In education, one thing remains constant; someone is constantly telling teachers that everything they’ve done in the past is wrong, and they need to adopt the latest and greatest methods or policies—or else. After a long career in teaching, I’ve seen the pendulum of academic thought swing back and forth many times. Experienced teachers have learned to wait. Whatever comes down will go around—and around—and around. We develop a “wait and see” mentality which from the outside may appear to be stubbornness (well, actually for some of us, it is stubbornness), but RTI is probably not going to go away, and it is my opinion that it shouldn’t. We just have to get it to work for us. If we collect data, analyze it, and use it to differentiate our instruction according to our students’ needs, it is much more likely we’ll get the materials and resources we need to do the job—in theory, at least.

Since the turn of this century, scientific research on learning disabilities has made giant steps toward actually helping many learning disabled students learn to read. But there is a huge disconnect between the researchers and the teachers. The reason is probably very simple. The researchers publish their amazing findings in educational journals and expect teachers to read those articles, decipher all the statistics and scientific terms, and then joyfully jump right into changing what they’ve been doing for years. As John Wayne once said, “Not hardly!”

Researchers need to get out of their ivory towers and see what today’s teachers are up against. We don’t have extra time at the end of a long, exhausting day to struggle through scientific journals. We hardly have time for our families or our own personal health. And, we are a strong-willed lot, the captains of our little ships—but we’re not stupid. If someone would take the time and thought necessary to get the appropriate information out to the general public in a realistic manner, teachers would want to make the changes. Instead, the new policies are being shoved down unwilling throats, and the battles could get ugly.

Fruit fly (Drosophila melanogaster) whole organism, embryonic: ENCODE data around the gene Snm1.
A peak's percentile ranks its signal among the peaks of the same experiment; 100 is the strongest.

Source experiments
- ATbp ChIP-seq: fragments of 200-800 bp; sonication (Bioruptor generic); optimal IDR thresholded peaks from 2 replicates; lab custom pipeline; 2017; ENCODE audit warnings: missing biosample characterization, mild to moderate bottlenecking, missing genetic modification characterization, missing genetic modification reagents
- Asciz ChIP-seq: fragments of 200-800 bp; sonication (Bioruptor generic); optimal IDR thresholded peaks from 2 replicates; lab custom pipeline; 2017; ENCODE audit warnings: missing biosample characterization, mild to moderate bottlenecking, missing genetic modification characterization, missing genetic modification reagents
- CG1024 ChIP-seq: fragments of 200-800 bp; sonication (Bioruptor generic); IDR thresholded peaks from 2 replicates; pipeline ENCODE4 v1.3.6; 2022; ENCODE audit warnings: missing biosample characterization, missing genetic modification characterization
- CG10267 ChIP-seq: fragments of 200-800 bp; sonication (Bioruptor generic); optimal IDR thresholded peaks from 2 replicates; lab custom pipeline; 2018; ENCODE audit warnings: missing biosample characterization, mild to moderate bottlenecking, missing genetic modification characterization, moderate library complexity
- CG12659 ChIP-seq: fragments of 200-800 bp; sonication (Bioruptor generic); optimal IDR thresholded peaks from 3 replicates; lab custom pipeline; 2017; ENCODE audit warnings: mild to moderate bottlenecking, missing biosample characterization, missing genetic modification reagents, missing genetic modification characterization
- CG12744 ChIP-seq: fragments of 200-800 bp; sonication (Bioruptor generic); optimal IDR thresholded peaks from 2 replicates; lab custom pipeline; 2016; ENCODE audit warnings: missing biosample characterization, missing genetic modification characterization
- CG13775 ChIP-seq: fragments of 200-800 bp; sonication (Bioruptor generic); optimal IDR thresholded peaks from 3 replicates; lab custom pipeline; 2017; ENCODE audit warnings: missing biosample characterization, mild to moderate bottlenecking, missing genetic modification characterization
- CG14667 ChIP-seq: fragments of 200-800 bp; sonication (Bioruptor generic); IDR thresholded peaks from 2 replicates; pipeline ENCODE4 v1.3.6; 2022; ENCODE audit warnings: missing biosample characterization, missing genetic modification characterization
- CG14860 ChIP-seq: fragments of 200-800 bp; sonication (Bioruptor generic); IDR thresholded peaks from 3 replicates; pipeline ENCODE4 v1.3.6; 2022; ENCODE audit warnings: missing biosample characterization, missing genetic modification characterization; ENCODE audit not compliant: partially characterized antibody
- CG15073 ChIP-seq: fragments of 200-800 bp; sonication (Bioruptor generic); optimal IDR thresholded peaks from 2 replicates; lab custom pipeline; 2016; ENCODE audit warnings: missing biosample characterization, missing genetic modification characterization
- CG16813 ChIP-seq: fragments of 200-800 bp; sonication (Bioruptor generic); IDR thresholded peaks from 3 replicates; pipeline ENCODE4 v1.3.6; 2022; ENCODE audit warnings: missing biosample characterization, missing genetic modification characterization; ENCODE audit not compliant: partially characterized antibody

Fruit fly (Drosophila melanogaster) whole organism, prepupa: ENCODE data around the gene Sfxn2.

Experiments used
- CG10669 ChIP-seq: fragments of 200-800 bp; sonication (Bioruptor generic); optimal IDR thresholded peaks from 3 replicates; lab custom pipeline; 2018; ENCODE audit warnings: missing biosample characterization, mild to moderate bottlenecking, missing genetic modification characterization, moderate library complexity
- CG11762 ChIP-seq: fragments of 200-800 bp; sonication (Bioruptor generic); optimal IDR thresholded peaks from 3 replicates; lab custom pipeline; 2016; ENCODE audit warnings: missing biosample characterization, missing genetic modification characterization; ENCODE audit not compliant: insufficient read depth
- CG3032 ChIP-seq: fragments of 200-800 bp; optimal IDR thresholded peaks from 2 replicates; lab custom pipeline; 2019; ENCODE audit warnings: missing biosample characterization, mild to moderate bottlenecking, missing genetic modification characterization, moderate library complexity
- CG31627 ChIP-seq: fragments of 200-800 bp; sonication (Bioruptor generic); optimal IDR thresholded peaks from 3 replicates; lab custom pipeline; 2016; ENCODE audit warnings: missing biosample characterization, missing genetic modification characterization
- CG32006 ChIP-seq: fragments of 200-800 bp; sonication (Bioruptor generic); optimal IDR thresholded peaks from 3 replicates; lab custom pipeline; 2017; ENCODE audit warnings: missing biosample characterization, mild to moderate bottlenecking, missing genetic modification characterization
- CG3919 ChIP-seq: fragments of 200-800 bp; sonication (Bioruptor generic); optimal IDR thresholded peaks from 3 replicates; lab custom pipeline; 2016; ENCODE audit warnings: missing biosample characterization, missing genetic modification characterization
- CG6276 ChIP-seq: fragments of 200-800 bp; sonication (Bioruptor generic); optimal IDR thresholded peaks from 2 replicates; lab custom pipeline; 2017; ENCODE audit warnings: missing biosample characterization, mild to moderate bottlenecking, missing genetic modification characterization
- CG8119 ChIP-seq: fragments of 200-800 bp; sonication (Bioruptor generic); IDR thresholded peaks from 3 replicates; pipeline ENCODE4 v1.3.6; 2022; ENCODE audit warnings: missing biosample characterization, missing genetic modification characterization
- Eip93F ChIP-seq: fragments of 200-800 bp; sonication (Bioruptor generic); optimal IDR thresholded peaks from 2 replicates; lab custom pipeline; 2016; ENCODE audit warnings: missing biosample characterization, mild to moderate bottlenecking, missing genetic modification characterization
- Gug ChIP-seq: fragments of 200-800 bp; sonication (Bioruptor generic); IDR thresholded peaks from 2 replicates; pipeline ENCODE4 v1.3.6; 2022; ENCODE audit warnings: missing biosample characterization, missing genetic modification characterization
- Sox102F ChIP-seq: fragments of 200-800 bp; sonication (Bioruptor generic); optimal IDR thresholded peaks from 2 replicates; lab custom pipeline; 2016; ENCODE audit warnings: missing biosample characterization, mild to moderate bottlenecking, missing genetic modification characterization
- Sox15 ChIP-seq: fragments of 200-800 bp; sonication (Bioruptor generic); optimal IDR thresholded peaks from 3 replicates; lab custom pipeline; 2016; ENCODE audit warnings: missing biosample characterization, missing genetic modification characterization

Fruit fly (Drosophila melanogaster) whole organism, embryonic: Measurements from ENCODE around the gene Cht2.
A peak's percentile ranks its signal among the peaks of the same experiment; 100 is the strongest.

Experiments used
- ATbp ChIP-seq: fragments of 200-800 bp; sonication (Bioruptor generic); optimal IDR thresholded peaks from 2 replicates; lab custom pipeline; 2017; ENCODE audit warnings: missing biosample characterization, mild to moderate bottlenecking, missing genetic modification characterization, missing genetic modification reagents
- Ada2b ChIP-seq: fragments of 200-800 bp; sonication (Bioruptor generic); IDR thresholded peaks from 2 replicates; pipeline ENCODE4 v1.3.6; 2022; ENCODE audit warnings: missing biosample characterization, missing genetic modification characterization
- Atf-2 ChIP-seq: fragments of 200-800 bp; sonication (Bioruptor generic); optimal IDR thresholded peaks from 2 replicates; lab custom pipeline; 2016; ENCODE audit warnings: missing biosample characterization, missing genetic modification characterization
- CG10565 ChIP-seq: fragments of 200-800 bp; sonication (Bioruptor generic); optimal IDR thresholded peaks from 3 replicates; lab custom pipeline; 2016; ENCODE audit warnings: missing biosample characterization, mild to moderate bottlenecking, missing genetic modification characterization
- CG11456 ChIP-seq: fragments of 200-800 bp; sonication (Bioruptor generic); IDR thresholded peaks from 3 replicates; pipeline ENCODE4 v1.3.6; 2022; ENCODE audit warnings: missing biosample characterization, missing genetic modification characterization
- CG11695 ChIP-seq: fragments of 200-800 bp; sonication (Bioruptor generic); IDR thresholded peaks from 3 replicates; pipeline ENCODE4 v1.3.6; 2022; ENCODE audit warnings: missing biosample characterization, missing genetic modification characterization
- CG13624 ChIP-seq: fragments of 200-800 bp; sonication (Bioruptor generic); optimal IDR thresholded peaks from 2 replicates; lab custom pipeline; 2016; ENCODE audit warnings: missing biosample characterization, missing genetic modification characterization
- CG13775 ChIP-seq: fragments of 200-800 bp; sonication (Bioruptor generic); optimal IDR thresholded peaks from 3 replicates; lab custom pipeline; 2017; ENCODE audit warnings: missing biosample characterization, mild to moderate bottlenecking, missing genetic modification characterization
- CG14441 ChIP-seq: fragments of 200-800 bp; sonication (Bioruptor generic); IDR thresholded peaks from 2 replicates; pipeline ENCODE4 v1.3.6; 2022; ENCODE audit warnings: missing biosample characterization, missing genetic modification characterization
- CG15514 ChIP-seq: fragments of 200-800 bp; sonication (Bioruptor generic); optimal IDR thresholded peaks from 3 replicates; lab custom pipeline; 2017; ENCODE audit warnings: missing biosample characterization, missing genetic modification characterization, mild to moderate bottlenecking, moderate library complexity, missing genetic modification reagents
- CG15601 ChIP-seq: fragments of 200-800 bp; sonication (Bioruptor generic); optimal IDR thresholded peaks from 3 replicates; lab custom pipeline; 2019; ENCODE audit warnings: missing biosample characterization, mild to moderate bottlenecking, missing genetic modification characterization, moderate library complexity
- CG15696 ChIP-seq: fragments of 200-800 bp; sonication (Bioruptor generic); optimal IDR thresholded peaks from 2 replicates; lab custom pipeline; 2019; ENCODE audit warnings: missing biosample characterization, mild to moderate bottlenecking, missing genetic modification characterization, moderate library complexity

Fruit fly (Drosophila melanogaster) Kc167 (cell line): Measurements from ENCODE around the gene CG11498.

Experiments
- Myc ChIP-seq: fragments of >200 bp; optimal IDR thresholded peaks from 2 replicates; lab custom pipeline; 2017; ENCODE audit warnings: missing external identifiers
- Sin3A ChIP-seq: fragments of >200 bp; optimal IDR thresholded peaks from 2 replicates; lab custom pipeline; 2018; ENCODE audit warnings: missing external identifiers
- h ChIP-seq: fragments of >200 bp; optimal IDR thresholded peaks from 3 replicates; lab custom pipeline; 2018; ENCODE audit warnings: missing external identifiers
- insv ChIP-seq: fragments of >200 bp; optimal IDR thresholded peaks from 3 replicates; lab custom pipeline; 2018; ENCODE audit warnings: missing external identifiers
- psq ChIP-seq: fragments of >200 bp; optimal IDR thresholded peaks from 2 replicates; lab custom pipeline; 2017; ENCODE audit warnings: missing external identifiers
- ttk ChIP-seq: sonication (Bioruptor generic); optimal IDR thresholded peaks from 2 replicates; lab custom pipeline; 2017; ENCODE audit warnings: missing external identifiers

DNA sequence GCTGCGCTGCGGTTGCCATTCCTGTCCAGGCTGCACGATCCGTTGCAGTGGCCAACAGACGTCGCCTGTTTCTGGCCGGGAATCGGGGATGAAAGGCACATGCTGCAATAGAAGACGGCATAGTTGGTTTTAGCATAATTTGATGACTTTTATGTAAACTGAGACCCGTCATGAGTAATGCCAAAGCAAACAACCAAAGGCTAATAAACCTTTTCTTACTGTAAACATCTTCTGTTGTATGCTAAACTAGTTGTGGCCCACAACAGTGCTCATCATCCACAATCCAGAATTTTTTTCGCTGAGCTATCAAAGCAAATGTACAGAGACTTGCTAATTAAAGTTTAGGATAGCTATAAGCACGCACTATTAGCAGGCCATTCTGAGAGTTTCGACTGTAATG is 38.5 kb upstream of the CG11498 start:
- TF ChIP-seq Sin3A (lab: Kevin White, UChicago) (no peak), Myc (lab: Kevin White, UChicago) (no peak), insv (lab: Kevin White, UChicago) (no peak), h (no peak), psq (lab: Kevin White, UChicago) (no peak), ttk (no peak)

It is the goal of this book to explain in simple terms what the new research shows (Chapter 2), and to give a simple framework to begin a successful RTI plan in your classroom (Chapters 3-14). I believe that if you will look into this and begin to make the recommended changes, you will help your struggling readers improve their reading. The facts are out there—and could revolutionize how we teach.

Every man has the right to be wrong in his opinions,

but no man has a right to be wrong in his facts.

Bernard Baruch

Baruch: My Own Story (1996)

The History of RTI

Before we discuss the current federal policies and how they affect our classrooms, we need to understand the history of federal policy in relation to the education of struggling readers. So, just where did RTI come from?

If you were a struggling reader back in the sixties, you were out of luck. There was little or no help given. You were told you were unmotivated, or unintelligent; and you’d better work harder. There was an obvious problem with this diagnosis. Many of those struggling readers seemed to be highly intelligent in other areas, and were working very hard to learn to read with little success, while other students of more limited intelligence were succeeding.